the winter streets are an en-counter with cold and damp, but inside city buildings the effect is sheer desert. With hot air fuming out of furnace grates, this is truly the season of the itch. There are decent remedies, but you have to read the labels -- if there are any --because some ingredients in the body lotion cornucopia are controversial enough to be avoided. If you don't know what's in the stuff, don't buy it and wait for Health Canada to make disclosure mandatory.
PETROL PEEVES The dilemma is whether we should be slathering fossil fuel products on our delicate dermal covering. I'm talking about the cosmetics industry's reliance on petroleum-based mineral oil and propylene glycol, used in other instances for antifreeze. Even some so-called "natural" creams aren't innocent of these afflictions.Many holistic experts maintain that these ubiquitous substances not only suck moisture out of the skin over time, but may contain carcinogens -- a charge flatly denied by the cosmetics industry and by many dermatologists who still recommend petroleum jelly. And even lanolin (from sheep's wool) is believed by cancer expert Dr. Samuel Epstein to be contaminated with DDT.
MOIST MIRACLESI don't travel more than 20 miles from my house without tea tree oil, the essential oil of the Australian melaleuca alternifolia tree, one of those delightful remedies for a hundred ailments. Pour 12 drops in the bath or mix 30 drops in half a cup of distilled water and apply directly to skin. Some swear by the ever-healing oatmeal. Sages suggest putting a couple of handfuls in some cheesecloth and then immersing in bath water, though I've had more luck with the commercial colloidal oatmeal product Aveeno. Make sure to avoid the one enriched with mineral oil -- and watch out for a treacherously slippery bathtub.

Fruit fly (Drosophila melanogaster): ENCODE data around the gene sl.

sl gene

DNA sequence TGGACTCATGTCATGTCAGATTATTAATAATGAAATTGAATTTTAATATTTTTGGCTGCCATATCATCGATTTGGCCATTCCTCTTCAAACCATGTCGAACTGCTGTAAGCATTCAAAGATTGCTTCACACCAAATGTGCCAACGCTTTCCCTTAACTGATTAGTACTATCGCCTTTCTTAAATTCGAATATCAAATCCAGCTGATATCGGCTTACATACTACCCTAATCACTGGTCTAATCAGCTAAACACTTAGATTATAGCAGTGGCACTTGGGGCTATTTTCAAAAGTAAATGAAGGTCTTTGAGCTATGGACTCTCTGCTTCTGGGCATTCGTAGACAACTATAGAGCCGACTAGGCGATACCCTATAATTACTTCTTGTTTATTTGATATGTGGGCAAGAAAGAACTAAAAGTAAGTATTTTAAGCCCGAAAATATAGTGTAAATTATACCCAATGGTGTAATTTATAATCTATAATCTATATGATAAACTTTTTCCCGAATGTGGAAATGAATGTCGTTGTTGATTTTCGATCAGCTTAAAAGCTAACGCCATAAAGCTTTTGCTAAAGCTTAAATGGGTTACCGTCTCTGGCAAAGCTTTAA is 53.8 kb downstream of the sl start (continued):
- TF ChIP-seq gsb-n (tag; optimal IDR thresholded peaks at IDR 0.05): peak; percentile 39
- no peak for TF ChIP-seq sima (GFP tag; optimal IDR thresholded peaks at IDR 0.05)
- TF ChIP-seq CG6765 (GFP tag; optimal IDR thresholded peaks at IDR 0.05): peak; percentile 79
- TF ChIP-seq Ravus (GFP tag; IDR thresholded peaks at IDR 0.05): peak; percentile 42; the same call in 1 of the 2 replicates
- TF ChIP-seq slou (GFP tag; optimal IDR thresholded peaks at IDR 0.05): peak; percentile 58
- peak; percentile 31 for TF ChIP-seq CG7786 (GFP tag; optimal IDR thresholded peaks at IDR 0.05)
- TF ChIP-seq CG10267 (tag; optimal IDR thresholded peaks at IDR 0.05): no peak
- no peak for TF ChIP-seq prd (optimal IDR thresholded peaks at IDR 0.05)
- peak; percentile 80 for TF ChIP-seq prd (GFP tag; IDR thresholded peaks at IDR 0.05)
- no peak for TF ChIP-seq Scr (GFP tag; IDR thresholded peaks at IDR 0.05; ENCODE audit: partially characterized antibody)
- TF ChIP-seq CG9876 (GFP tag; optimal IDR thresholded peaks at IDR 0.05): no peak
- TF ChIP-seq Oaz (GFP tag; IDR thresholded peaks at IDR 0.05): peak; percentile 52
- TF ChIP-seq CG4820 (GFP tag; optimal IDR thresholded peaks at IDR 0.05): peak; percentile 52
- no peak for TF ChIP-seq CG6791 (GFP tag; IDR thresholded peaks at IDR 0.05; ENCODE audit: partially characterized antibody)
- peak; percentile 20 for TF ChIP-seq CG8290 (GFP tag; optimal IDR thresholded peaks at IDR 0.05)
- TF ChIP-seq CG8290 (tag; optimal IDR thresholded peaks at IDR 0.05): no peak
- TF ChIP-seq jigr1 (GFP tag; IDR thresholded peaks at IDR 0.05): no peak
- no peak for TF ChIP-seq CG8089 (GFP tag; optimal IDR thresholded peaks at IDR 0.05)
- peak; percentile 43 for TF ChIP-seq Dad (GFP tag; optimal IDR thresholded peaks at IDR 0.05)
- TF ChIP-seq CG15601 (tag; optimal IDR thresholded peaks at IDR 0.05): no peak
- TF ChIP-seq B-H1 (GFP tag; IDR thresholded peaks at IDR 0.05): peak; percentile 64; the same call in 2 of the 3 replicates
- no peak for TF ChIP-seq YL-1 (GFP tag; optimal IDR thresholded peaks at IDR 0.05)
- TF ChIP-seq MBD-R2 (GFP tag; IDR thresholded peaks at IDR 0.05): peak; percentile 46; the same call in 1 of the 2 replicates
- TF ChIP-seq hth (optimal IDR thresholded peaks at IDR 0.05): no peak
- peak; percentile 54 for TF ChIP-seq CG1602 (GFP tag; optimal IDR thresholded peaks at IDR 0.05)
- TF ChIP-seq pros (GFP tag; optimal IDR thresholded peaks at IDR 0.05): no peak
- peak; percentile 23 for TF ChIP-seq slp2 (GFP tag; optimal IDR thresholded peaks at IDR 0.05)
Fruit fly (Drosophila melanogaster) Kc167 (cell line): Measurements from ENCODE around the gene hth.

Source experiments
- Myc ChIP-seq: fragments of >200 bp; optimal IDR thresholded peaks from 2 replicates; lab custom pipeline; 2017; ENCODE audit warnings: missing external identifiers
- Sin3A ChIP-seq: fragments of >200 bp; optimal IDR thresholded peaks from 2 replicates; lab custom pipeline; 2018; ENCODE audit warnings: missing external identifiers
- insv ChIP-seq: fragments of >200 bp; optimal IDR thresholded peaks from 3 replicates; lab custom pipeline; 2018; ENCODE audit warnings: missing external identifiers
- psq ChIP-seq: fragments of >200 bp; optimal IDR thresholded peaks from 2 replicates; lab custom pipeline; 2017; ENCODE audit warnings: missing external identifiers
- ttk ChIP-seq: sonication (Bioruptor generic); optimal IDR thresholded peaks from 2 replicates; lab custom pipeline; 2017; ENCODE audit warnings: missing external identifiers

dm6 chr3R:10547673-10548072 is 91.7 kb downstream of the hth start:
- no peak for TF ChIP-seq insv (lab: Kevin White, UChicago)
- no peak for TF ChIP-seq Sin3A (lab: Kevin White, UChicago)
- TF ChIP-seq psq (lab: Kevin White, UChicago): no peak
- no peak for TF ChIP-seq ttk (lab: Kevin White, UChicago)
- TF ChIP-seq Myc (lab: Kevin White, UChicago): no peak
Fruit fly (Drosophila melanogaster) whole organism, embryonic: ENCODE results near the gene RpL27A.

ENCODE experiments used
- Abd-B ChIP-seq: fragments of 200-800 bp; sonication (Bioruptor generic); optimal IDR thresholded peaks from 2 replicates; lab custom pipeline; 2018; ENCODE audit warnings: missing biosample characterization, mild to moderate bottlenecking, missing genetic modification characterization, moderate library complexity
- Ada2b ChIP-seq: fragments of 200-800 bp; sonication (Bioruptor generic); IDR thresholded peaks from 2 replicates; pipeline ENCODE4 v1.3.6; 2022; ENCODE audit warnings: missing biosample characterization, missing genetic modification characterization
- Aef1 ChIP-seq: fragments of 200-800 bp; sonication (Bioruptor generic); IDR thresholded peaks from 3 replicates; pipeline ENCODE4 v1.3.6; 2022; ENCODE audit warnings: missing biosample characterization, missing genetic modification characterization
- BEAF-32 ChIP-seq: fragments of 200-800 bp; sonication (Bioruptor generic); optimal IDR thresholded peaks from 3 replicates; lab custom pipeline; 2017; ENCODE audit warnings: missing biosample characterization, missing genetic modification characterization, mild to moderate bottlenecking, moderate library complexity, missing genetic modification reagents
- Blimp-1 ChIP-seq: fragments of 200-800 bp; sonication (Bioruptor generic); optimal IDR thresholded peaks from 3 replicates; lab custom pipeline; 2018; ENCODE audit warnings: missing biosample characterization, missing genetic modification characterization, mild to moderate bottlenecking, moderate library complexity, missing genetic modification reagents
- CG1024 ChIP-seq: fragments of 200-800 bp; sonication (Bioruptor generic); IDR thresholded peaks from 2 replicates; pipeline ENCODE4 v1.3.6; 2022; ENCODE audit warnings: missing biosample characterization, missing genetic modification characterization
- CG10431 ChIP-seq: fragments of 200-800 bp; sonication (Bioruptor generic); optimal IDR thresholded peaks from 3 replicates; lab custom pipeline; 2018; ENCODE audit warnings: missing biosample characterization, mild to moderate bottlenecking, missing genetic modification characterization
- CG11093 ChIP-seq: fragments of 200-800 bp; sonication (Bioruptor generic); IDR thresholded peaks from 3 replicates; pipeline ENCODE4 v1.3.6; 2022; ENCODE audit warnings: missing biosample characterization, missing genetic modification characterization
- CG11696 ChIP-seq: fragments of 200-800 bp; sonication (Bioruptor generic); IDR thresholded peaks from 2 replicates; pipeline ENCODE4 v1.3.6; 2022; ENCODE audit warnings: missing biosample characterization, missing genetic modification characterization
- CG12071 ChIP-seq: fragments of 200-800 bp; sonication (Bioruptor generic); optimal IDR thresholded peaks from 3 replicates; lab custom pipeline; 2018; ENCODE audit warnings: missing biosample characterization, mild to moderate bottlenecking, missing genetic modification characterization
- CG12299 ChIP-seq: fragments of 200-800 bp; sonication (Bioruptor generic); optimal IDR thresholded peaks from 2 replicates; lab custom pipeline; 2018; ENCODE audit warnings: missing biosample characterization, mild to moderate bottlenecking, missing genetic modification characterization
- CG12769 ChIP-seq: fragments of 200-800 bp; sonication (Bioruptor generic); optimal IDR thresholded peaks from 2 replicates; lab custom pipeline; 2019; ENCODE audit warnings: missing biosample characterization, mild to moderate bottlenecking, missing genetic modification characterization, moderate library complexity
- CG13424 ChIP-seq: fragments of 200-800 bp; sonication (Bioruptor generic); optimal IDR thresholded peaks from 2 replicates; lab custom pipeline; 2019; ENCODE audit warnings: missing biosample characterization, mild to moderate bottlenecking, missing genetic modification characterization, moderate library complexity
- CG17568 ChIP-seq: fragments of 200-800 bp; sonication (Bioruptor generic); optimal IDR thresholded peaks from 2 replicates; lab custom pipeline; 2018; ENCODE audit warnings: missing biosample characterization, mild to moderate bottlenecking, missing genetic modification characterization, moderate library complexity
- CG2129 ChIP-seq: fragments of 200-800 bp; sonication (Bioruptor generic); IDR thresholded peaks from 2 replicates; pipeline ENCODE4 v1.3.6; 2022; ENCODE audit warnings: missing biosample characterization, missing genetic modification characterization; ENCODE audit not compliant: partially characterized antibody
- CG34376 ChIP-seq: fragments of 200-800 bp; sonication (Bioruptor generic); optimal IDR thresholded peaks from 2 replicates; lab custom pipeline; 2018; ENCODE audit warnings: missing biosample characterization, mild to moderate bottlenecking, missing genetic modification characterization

We usually hate oil slicks, but when they are bathmates made of the so-called floating oils -- olive, almond, jojoba, avocado -- they become sensual hydraters, although they aren't much good once your skin is already irritated.
Ointment from burdock root has also been touted as effective, along with swallowing capsules of evening primrose, blackcurrant or borage oils. All work magically, but they are the slow route since they take several weeks to have an effect.
EXPERTS"Most lanolins contain pesticides, mineral oil suffocates the skin, and propylene glycol can cause kidney damage. The industry says it's small (stuff), but we use these products over years."
"(Petroleum products) as an issue is minor. Certain people may have allergic reactions, but (in general) they don't pose health problems."
Canadian Cosmetic, Toiletry and
"Our best winter-itch product is Gator Balm, a combo of avocado and nut oils, herbs and vitamins.'
Bodycare manager, the Big Carrot
"You have to consider taking essential oils like flax and hemp oil. Also calendula cream applied topically will cure the problem and (eating foods) with vitamin A -- carrots and yams."